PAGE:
For AT&T or T-Mobile’s GSM networks, blocking the handset — rather than the account — has to be done differently. GSM handsets are tagged according to their IMEI (International Mobile Equipment Identity) numbers. That’s a 15-digit number given to every individual phone built for a GSM network, and it’s usually found printed in the battery compartment.
In effect, a CDMA phone has only one ID number, which identifies both the handset and the cellular account. A GSM phone has two ID numbers, one for the account and another for the handset.
In order to make sure a stolen phone won’t work, a GSM network’s computers have to be told that the stolen phone’s IMEI, not the SIM card for the account, has been invalidated. This is what European and Australian GSM carriers do as a matter of policy. Blacklist databases in those countries are also often linked to those of law-enforcement and regulatory bodies.
The Australian Mobile Telecommunications Association says blocking IMEIs has worked as a deterrent to thieves; its statistics show that since its blacklist program was started in 2004, the number of blocking requests (usually in response to a theft) has dropped 25 percent from 169,600 mobile handset blocks in the first year to 127,750 in 2011.
Can a technically skilled thief change the IMEI number of a stolen phone? Yes, but it isn’t easy, and it isn’t the kind of thing the average bus or subway pickpocket has the ability, inclination or time to do.
Will it work?
Not everyone thinks a blacklist will be a panacea. Sean Ginevan, product manager at MobileIron, a wireless security firm in Mountain View, Calif., said the turnover time between the theft and resale of a stolen handset may be too short.
“By the time the end user goes to AT&T, the thief has made back his money,” Ginevan said.
A handset doesn’t have to work for long, and most thieves will simply sell it as quickly as possible.
“Unless the network operator locates the hardware identifier on the network and ties that back to the user for the police,” he said, “it’s not necessarily a deterrent.”
In addition, an IMEI blacklist might work in only one country at a time. While carriers in 19 countries link their own blacklists to the GSM Association’s worldwide IMEI database of blacklisted phones, not all yet do. A thief could simply steal a dozen American iPhones, then resell them to a fence who would ship them to China or Russia for further resale.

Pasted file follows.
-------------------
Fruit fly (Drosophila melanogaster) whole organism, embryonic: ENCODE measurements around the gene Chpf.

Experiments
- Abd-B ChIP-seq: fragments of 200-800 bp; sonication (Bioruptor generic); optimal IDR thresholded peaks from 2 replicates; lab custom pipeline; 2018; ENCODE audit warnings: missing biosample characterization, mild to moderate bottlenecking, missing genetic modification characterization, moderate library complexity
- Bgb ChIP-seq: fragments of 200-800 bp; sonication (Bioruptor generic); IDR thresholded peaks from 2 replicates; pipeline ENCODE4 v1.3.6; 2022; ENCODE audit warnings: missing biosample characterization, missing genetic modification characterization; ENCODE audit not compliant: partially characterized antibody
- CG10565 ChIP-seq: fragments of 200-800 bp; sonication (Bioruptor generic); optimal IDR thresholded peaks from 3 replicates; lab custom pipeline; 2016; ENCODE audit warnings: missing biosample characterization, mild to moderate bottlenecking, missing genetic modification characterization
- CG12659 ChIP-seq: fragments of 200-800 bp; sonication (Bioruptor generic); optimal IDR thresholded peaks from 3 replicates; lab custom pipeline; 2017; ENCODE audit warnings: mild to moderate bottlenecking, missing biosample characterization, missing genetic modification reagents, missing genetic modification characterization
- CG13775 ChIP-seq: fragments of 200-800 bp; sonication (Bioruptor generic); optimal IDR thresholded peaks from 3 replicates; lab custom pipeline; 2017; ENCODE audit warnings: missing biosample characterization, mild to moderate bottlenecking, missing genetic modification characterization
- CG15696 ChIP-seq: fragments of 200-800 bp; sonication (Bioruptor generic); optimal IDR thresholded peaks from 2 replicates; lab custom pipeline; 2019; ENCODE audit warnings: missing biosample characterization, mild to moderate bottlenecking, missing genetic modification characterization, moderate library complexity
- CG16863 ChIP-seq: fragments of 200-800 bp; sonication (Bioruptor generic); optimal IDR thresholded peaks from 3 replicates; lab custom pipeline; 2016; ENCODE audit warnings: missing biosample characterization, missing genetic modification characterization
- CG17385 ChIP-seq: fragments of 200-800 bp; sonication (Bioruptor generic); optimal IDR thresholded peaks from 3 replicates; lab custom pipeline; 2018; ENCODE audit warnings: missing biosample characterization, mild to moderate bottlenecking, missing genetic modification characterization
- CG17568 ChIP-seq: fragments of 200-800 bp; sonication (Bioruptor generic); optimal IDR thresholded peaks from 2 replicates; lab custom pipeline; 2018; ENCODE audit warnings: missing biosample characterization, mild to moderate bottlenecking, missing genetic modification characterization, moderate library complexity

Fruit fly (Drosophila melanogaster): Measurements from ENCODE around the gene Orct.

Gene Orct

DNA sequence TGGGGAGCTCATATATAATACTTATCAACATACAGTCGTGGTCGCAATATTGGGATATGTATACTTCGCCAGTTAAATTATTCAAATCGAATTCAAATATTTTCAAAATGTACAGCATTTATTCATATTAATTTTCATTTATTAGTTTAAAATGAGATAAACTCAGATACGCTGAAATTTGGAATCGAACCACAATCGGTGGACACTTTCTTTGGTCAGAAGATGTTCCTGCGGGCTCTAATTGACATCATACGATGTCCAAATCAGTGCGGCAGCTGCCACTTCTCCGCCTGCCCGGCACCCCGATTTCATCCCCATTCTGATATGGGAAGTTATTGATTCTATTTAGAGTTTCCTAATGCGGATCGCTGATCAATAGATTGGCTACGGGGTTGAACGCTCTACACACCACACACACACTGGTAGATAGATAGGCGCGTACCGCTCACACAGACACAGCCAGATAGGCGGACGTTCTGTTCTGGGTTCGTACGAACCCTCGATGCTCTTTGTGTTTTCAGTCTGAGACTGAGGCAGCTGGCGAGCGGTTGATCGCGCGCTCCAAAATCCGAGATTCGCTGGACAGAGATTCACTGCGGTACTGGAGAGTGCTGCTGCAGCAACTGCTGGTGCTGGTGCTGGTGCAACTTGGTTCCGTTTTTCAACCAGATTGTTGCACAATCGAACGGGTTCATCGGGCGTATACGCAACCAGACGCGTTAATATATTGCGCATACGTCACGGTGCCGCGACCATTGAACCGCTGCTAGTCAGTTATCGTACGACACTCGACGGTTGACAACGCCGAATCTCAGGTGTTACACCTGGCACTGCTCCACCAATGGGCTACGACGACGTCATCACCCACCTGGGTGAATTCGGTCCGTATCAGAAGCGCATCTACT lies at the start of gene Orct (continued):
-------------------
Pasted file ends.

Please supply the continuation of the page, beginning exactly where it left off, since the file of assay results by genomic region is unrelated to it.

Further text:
“The GSM operators in the USA do not currently use our IMEI Database,” a representative for the GSM Association told SecurityNewsDaily, “but the North American Fraud Forum and Security Group has initiated a project to investigate what range of measures could be appropriate to combat handset theft in the USA.”
AT&T co-chairs the North American Fraud Forum and Security Group of the GSM Association, according to company representatives.
IMEIs are also less than perfect as an authenticator. The British telecoms regulator, OfCom, says perhaps 10 percent of IMEIs in British networks are duplicates. Some of this is likely due to post-theft tinkering, but a lot of it may be due to manufacturer indifference, since some countries didn’t originally require IMEIs on phones sold domestically.
For example, until 2009, many cheap Chinese-made phones sold in India had no legitimate IMEI at all. The Indian federal government has since cracked down on this and now requires IMEIs.
And it isn’t entirely the fault of the carriers that building an IMEI database in the U.S. is hard. Sean Sullivan, security researcher at Helsinki, Finland, company F-Secure, noted that many carriers are still trying to unify their own networks.
Verizon Wireless, Sprint and AT&T Mobility, for instance, are all the products of mergers. Building a shared database among former competitors is not as easy as it sounds.
Hidden costs and benefits
Then there’s the financial issue. Even a stolen phone can become a source of revenue if it ends up with someone who buys legitimate service. And since the original owner is likely to be under contract and will have to buy a new handset on the same network, the carrier wins on both ends.
All that aside, there’s a bigger issue that hasn’t been discussed. The personal information on a stolen phone can be much more valuable than the handset itself.
Most people set up their smartphones to automatically log into their email and social-networking accounts, and many link their phones to their bank accounts. Combine that with all the information in the contacts list, the calendar and the texting and calling archives, and you’ve got a perfect package for an identity thief.
Ginevan said one of the first concerns if your phone is stolen is whether the thief is using your banking app. He noted that most people stealing phones want the hardware, not your identity.
“If I am a thief, I’ll probably do a factory restore,” Ginevan said.
But that isn’t always the case. You may want to consider installing remote-wipe capability, which will factory-reset the device in case the phone is stolen, or encryption software, which will make data inaccessible without a password.
Rather than trying to get the phone back or making sure a thief can’t use it, Ginevan said, “it’s probably more important to encrypt and wipe the device.”
Article provided by SecurityNewsDaily, a sister site to Laptopmag.com.